How to fish with slow jigging?
The slow jigging literally means slow fishing. Conceived and developed in the Pacific, this modern fishing technique quickly met with success when it arrived in France. Unlike the classic jig, it allows to catch different types of species. The slow fishing owes its success to the way the lure swims at the time of the descent. In any case, it is a good technique to fish both on the bottom and in different water layers. If you’re thinking of getting into slow jigging, here’s how.
Slow jigging: how does it work?
The slow jig is a fishing technique that differs from the speed jig by its very slow animation mode. It is the best method to fish especially in deep water. It also allows you to take advantage of the boat’s drift to discover the widest area of the bottom. To succeed in slow jig fishing, the element not to be neglected is the metal jig. Its animation is done in horizontal swerves between two vertical casts. It is also equipped with hooks attached to pieces of braid. This type of hook has a greater mobility. Also, it is possible to mount these hooks in opposition or in heart.
When fishing with a slow jig , the rhythm is one strike every 1 to 2 seconds. As you may have guessed, this is an even slower pace than traditional jigging. This is because it gives the lure time to make a significant lateral swerve. Also, the reel retrieve is even slower, as a quarter to half a turn of the crank is enough to guarantee the effectiveness of this technique.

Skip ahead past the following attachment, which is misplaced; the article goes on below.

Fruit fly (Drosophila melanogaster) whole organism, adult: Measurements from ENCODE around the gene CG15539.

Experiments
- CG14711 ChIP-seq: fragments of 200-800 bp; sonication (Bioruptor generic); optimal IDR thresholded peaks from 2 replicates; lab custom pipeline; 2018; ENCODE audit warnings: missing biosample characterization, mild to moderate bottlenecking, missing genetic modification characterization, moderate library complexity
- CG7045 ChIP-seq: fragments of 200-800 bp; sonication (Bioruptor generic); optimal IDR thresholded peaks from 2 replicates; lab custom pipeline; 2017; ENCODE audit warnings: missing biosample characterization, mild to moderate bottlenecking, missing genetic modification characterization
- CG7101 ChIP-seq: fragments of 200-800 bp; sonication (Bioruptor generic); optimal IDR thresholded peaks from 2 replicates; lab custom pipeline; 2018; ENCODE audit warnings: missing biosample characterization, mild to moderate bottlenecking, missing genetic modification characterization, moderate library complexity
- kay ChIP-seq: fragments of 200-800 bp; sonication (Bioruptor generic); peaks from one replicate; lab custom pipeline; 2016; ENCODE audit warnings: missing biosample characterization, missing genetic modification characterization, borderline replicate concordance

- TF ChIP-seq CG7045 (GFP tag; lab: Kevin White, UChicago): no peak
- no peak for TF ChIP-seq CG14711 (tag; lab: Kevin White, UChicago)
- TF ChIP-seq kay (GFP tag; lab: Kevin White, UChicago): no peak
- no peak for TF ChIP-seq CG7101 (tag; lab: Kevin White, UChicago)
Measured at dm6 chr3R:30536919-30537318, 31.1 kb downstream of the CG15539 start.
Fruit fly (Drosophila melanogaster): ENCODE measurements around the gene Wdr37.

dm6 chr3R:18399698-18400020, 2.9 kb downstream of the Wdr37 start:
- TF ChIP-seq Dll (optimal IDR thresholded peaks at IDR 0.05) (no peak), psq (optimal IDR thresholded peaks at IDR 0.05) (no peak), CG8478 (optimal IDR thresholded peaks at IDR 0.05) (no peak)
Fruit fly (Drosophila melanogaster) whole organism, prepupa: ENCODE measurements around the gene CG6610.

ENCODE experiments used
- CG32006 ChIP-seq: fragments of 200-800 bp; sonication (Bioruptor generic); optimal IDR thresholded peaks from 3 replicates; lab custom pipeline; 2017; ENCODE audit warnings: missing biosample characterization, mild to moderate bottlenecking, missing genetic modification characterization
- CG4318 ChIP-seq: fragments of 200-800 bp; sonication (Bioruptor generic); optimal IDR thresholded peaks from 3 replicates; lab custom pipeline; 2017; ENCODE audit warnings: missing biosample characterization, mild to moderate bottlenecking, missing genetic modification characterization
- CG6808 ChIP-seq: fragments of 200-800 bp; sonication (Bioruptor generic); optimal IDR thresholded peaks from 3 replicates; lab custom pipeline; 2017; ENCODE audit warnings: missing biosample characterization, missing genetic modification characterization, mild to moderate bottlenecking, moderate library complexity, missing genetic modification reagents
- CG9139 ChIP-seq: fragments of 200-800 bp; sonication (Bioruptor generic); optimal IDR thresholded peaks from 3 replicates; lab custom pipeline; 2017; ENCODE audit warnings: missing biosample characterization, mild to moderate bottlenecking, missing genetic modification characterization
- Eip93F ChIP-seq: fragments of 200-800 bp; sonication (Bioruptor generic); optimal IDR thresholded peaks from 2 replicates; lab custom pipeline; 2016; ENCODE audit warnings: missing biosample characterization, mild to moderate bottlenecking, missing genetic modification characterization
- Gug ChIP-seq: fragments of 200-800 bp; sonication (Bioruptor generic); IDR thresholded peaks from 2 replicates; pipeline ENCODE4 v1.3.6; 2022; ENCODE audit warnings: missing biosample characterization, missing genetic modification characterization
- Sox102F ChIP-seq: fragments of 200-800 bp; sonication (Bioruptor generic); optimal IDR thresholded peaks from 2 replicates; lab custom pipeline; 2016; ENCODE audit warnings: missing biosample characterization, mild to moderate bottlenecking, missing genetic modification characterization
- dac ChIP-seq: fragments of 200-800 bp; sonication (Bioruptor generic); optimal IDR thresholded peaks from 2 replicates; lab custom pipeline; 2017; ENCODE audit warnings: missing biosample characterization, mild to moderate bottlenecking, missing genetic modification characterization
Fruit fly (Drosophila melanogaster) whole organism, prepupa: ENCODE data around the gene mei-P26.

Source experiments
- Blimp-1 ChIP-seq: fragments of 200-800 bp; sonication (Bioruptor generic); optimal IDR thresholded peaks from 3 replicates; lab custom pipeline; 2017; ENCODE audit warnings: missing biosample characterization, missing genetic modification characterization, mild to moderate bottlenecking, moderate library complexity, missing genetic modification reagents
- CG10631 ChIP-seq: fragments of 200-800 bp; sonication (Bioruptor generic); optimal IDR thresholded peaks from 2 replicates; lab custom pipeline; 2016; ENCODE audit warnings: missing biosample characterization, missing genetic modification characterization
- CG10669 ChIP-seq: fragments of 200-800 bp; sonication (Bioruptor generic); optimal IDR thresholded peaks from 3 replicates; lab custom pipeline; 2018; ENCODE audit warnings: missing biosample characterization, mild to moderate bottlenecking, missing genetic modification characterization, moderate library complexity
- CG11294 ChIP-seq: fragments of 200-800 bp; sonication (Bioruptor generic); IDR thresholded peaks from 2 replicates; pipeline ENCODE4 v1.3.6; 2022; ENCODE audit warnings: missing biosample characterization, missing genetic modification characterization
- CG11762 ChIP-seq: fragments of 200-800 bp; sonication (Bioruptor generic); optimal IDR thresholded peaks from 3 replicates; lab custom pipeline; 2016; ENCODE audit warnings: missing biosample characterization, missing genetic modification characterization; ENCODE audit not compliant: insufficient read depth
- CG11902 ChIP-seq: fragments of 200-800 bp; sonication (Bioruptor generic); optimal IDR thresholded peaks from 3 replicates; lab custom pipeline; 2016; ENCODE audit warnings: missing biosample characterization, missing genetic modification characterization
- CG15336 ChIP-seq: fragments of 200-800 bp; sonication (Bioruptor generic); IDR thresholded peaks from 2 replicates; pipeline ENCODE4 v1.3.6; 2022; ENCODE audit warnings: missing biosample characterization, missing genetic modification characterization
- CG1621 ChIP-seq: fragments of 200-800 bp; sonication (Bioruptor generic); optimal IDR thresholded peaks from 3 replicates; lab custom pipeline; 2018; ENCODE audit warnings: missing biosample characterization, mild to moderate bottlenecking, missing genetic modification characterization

About slow jigging
Before you can enjoy the benefits of slow jigging, you need to understand the animation method of this fishing technique. As a general rule, the slow jig is used vertically to control the lure. The animation is done with the heel under the armpit to enjoy a good precision. The basic handling process consists in lowering and raising the rod parallel to the surface.
In addition, it is important to know that the slow jigging technique works on the basis of three different animations. The first animation is the slow pitch which corresponds to a short pull of 10 to 30 cm and then a long pause to allow the jig to make a large lateral swerve. The second animation is the high pitch which is based on short shots, but with a higher rhythm. And between each pitch, there are short pauses. Finally, the last animation is the Long Fall which consists of bringing the rod up very high and then lowering it suddenly without recovering the line. With this animation, the slow jig will start to fall back into a dead leaf. At the same time, the rod can be lifted and both high pitches and slows pitches can be made.